Lots of feral cats give birth and end up being fine. Can a house cat give birth and not get ill? Do house cats always get sick after giving birth?

What are examples of diseases and disorders she could get in relation to giving birth? Must I take her to the vet if she's ready to give birth? If so, why? Wouldn't it be easier for her to have it in her home?

I'm asking this question due to the concerns of people telling me not to breed my cat while I think it's fine, but I'm worried now so someone please answer and explain why I should or shouldn't be worried.

I consider this to be a very important question, because I'm deciding to let my cat have her babies in my home.

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    this question dont make any sense to me at all,cats dont need to go to the vet when giving birth and they dont get sick after a normal birth,but as in every birth in any animal complications might happen that needs help from a vet. Jun 28, 2017 at 4:32
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    @trondhansen I agree complications may happen but back in the day in the era of terrible medicine mortality was high in mothers giving birth (humans). From a medical journal it estimated 10.5 deaths per 1000. ncbi.nlm.nih.gov/pmc/articles/PMC1633559 I think this is a fair question to ask, some people want to experience their pets having babies so it's good to be educated beforehand. Jun 28, 2017 at 17:18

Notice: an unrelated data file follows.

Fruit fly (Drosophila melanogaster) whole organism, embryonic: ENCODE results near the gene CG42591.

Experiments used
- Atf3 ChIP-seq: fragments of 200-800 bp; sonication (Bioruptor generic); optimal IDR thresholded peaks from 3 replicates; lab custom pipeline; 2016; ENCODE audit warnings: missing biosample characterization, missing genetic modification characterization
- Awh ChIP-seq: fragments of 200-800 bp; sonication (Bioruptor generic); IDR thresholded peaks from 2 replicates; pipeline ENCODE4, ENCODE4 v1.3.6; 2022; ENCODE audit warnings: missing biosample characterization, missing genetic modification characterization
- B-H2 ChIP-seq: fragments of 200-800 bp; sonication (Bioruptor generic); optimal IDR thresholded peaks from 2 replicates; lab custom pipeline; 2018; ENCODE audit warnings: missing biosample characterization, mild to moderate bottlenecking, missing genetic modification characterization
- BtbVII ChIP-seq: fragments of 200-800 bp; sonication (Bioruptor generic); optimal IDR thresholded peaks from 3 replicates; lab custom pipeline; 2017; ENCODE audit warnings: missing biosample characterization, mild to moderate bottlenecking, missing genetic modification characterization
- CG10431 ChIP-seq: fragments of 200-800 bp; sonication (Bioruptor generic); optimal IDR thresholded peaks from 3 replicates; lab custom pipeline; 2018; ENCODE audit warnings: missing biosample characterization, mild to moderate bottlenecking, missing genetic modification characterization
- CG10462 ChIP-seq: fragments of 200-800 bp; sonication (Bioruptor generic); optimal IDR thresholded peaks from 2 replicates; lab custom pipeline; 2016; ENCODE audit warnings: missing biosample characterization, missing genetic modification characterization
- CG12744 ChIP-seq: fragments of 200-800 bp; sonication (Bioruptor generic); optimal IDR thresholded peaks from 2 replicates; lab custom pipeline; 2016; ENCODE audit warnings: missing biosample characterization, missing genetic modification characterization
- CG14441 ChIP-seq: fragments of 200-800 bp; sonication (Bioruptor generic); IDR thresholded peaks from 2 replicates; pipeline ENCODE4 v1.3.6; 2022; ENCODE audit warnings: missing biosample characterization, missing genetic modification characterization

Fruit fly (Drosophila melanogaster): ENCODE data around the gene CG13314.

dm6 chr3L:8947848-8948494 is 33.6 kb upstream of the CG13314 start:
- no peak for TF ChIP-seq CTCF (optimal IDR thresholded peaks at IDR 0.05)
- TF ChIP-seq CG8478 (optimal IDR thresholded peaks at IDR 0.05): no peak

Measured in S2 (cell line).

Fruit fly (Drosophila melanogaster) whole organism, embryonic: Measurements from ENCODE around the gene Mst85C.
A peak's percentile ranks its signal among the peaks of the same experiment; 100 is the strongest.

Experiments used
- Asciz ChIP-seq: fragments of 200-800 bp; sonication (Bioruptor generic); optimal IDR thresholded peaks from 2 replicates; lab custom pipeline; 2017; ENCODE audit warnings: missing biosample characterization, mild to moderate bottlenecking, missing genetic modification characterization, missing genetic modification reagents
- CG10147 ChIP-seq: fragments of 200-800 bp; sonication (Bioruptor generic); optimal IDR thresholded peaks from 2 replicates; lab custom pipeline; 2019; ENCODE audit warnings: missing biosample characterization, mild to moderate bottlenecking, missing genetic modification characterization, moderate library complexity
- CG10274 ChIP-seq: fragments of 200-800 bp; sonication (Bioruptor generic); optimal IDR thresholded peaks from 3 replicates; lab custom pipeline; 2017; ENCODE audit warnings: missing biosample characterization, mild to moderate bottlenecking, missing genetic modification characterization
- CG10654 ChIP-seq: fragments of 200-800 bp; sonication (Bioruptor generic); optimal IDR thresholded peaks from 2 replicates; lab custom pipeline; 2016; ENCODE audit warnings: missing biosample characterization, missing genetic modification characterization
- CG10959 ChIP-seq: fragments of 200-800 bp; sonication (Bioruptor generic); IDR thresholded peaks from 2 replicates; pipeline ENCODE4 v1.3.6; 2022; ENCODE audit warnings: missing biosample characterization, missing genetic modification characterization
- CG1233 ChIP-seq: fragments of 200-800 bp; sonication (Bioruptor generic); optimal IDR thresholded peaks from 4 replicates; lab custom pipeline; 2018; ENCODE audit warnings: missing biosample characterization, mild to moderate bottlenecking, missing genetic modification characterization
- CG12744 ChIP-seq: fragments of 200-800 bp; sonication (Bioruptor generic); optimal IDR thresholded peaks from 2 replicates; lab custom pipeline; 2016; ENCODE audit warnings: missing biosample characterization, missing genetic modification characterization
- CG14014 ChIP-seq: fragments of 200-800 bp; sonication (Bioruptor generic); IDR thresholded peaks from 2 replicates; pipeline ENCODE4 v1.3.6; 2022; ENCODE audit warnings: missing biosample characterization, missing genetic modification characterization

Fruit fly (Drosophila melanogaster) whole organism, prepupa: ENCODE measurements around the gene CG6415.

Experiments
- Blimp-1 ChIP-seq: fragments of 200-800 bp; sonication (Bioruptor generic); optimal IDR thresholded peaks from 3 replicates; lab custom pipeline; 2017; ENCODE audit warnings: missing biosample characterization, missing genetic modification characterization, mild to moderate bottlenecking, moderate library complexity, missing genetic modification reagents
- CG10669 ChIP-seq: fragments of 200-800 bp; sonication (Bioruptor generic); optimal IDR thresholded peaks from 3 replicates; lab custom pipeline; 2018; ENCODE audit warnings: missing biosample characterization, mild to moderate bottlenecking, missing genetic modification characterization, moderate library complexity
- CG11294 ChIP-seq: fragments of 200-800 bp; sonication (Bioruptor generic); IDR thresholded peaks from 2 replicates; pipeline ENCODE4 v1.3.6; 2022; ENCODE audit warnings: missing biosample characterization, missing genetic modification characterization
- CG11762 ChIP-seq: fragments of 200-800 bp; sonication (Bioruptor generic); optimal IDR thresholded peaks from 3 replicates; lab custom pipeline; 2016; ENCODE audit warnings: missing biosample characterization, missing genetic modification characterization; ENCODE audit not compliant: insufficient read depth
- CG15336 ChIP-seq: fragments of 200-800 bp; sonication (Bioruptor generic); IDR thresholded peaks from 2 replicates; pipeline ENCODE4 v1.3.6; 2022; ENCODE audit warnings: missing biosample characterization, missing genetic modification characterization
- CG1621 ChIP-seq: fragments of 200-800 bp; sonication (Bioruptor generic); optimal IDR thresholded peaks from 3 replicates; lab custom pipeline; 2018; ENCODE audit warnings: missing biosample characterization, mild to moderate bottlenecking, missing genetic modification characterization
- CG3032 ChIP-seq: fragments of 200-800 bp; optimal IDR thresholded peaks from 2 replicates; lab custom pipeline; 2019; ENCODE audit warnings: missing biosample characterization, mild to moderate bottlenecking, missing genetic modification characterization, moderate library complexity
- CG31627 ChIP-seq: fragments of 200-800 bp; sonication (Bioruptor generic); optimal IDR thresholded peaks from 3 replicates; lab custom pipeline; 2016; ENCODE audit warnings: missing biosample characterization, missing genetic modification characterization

• it was the way the question was made that i commented on and i do understand the need for information. Jun 28, 2017 at 19:17

1 Answer 1


It's uncommon for cats to have complications while giving birth, sometimes you may get stillborns which is OK and does not indicate something is wrong with your cat.

You do not need to take her to the vet when she gives birth, she will want to build a nest of her own and give birth there. Some cats will have kittens on their owners bed, closet, basement etc. so be prepared to cover the things that will be difficult to clean.

Signs that your cat may have complications are:

  • Straining to push more kittens but nothing comes out within 1-2 hours.
  • Prolonged gestation (no kittens produced past 68 days).
  • Crying, showing signs of pain.
  • Bloody or green discharge BEFORE kittens come out.
  • Lethargy, not eating or drinking.

It would be in the best interest of your cat if you get abdominal radiographs done when she is close to being due, the veterinarian will be able to count the kittens and let you know how many to expect.

It's important to leave mom alone while she gives birth as this is a stressful time for her, check in periodically to make sure she is OK.


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